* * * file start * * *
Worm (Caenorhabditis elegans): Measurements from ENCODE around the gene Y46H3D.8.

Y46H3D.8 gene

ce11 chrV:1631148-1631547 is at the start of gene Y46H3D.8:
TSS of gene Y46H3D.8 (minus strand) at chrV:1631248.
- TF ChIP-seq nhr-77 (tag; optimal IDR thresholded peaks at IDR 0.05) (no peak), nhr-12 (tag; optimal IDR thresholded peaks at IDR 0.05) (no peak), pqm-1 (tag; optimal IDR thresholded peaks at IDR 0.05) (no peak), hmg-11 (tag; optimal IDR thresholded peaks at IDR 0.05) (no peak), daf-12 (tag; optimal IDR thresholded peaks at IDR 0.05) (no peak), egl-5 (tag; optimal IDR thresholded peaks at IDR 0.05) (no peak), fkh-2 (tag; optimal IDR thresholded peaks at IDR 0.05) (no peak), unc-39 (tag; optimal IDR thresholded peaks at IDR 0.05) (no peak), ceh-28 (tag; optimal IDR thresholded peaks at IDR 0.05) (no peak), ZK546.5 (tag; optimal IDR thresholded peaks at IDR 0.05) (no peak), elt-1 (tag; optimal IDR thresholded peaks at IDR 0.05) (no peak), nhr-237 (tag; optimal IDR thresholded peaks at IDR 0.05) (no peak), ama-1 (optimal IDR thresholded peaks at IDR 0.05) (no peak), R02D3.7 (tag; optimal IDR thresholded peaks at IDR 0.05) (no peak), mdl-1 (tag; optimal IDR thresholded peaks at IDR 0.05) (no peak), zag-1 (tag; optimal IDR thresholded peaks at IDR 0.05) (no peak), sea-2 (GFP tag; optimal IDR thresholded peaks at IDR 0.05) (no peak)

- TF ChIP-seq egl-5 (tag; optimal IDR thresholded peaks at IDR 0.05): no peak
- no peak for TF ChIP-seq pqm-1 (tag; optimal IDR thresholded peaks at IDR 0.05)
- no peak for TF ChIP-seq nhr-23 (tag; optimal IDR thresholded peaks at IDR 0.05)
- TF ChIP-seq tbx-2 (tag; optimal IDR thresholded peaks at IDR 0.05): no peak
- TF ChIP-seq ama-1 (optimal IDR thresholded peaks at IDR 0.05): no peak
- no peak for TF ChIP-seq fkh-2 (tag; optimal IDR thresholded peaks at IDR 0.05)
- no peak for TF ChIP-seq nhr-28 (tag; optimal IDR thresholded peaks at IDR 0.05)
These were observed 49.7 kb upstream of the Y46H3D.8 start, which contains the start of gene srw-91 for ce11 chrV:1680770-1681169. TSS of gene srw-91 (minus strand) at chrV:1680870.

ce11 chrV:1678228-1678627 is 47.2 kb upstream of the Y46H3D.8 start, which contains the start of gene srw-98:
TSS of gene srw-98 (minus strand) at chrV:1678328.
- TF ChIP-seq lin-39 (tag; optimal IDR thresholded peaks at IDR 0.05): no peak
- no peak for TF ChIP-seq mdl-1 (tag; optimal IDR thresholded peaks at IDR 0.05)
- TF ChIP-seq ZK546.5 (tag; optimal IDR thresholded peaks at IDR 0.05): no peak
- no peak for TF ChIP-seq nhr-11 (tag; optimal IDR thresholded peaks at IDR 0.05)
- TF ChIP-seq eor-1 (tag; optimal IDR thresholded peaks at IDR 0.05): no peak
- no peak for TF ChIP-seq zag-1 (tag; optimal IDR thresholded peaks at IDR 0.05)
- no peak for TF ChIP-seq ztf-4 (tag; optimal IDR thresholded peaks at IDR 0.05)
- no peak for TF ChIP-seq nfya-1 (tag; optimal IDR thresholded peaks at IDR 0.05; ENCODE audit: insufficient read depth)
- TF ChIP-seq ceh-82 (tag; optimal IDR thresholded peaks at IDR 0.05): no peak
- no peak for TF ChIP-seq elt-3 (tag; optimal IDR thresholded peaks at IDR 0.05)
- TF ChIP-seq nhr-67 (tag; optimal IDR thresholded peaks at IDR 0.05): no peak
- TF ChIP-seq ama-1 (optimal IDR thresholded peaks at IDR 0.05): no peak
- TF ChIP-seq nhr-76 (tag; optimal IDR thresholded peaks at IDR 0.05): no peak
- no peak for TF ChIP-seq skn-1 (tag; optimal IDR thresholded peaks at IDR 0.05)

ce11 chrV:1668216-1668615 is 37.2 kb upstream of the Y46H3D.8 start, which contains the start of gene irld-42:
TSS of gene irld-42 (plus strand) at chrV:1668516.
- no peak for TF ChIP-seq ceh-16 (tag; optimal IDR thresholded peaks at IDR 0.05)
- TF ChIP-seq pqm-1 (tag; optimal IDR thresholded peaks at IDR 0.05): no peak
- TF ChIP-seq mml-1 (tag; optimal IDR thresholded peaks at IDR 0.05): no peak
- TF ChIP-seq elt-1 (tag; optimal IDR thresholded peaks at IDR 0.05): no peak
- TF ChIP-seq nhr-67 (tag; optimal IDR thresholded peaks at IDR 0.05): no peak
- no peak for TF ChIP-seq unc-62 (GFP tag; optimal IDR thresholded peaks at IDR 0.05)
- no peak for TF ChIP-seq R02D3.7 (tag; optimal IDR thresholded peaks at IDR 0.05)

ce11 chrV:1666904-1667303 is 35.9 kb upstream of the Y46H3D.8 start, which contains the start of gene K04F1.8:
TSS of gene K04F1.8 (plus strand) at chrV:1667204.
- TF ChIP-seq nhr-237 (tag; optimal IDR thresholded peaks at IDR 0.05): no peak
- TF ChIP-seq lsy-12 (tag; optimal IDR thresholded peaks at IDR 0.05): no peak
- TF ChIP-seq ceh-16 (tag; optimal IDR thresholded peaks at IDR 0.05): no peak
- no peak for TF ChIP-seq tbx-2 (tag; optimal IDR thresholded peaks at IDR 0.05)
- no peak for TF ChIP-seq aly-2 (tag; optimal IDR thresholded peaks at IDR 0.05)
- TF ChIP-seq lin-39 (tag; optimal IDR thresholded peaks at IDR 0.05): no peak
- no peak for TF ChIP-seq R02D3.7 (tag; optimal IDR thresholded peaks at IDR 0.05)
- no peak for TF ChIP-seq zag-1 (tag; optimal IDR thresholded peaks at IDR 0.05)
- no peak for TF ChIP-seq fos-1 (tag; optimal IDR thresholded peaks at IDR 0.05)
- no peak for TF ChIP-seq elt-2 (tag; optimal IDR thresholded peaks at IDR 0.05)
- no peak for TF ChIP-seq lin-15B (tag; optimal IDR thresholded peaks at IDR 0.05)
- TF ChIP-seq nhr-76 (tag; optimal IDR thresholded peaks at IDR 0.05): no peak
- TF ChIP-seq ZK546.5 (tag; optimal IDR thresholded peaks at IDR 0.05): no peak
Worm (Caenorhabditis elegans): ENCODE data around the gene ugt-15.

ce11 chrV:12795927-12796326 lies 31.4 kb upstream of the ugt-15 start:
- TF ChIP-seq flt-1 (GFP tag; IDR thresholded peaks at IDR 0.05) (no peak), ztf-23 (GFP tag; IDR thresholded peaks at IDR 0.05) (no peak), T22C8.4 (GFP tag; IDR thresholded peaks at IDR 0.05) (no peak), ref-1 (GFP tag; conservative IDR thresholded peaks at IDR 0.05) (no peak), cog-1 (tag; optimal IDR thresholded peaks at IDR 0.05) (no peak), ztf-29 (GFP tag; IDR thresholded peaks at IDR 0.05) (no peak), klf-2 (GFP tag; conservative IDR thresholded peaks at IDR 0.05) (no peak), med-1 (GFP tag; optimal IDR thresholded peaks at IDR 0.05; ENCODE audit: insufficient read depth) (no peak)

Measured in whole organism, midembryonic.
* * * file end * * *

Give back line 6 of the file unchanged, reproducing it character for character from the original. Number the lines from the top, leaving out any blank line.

- TF ChIP-seq egl-5 (tag; optimal IDR thresholded peaks at IDR 0.05): no peak